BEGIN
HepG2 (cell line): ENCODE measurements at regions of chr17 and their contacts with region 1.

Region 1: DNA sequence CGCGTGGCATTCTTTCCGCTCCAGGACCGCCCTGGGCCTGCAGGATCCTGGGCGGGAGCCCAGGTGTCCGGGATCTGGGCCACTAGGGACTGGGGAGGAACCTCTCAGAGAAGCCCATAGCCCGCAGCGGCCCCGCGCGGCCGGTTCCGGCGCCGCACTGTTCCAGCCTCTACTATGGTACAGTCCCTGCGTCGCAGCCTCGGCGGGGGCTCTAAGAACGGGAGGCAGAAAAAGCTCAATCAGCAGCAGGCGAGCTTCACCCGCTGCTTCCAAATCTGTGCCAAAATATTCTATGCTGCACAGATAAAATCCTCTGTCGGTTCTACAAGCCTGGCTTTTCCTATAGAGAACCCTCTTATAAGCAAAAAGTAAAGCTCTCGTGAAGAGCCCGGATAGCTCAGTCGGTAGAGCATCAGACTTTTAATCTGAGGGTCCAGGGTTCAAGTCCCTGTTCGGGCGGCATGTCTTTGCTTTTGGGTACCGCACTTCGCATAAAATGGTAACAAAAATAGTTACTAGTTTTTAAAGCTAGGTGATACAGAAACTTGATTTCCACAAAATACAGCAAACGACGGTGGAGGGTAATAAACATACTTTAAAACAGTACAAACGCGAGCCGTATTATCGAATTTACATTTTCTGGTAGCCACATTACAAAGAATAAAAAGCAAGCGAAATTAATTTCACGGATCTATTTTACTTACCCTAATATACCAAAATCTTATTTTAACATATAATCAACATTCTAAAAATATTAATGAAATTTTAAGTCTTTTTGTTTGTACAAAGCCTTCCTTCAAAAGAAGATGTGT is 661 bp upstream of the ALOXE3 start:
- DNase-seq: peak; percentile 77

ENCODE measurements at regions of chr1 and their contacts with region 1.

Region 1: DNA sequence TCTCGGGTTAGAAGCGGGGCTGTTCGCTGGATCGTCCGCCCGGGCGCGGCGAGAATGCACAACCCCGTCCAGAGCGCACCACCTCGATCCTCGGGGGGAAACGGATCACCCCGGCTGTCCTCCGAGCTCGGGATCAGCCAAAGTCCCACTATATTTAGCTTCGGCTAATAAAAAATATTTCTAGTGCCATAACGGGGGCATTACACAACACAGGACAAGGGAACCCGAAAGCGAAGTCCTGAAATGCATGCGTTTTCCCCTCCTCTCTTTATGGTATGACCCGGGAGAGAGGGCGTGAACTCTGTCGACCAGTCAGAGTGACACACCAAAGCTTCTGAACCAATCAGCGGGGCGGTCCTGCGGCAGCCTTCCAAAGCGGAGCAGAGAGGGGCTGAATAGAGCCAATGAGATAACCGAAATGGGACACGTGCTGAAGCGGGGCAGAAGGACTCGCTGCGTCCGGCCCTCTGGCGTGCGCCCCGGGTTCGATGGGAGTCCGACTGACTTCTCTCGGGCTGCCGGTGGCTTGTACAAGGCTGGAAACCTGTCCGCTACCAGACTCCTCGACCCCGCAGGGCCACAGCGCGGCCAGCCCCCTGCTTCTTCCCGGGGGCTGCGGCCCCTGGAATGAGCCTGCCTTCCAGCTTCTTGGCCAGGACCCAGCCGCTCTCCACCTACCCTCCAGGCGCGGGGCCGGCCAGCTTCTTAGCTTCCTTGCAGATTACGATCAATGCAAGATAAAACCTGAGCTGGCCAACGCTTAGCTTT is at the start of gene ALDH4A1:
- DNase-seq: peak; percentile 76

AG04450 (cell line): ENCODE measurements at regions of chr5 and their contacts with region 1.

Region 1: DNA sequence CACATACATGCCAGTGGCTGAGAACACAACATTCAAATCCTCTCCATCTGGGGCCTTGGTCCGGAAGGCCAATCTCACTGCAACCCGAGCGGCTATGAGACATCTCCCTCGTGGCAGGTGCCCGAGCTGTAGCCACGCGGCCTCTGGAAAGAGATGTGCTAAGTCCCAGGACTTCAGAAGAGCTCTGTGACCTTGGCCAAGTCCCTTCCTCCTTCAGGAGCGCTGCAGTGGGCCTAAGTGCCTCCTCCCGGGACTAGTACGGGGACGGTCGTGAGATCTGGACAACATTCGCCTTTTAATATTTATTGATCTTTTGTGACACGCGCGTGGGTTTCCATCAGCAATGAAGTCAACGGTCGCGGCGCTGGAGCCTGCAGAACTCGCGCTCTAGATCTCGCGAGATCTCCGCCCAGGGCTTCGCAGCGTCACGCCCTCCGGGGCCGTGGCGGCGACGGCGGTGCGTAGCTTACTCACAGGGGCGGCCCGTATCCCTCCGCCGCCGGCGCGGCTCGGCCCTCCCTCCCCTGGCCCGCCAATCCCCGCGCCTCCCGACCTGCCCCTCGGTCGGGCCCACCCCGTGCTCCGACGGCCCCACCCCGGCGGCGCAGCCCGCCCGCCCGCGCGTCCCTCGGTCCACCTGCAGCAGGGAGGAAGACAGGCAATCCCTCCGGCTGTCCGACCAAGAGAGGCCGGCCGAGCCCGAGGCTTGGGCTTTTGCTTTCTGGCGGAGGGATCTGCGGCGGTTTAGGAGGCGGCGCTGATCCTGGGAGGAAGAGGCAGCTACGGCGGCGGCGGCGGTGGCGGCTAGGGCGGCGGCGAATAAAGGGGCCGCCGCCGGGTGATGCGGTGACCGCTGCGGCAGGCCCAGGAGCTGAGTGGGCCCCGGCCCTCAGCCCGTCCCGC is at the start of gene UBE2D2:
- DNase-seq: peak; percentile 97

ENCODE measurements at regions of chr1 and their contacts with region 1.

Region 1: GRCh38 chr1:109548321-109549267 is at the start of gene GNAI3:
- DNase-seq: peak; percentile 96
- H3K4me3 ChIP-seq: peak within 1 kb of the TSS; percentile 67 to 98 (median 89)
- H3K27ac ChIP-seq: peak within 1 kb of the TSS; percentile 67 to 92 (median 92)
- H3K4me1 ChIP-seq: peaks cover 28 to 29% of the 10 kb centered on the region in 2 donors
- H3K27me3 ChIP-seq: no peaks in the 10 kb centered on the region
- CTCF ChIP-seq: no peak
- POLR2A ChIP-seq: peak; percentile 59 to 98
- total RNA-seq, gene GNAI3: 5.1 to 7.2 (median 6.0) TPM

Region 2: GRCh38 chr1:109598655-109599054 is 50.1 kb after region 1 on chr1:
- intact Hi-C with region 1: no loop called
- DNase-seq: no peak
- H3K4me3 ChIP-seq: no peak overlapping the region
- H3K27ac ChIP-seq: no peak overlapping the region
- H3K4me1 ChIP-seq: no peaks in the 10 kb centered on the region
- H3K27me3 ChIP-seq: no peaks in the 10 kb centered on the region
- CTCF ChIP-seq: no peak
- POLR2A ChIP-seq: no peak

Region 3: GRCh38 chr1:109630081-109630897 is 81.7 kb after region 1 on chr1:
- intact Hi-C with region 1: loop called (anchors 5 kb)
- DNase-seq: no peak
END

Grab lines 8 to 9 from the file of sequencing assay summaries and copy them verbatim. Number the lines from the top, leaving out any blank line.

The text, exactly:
Region 1: DNA sequence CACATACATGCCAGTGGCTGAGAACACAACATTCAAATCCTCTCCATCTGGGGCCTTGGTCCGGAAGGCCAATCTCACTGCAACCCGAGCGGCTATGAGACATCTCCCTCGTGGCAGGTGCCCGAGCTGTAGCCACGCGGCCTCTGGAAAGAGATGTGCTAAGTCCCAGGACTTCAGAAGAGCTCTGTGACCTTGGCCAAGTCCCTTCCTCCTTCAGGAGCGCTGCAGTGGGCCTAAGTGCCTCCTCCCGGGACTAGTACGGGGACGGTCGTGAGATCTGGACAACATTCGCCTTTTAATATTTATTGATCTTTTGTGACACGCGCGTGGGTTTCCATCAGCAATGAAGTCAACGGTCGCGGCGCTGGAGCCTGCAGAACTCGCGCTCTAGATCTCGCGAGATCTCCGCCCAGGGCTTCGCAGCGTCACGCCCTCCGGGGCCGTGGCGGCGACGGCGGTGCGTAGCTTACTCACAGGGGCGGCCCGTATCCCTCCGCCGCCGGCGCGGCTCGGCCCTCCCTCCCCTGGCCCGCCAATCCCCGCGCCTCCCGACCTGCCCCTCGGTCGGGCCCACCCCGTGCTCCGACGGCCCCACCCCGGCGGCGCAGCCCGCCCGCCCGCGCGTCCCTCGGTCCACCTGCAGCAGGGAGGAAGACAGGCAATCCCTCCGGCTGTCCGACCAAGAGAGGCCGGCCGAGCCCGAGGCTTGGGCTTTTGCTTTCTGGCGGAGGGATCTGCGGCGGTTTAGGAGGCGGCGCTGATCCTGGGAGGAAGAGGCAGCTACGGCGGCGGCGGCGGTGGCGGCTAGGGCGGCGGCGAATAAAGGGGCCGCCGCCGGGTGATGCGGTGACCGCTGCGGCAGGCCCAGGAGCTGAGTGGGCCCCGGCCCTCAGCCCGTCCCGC is at the start of gene UBE2D2:
- DNase-seq: peak; percentile 97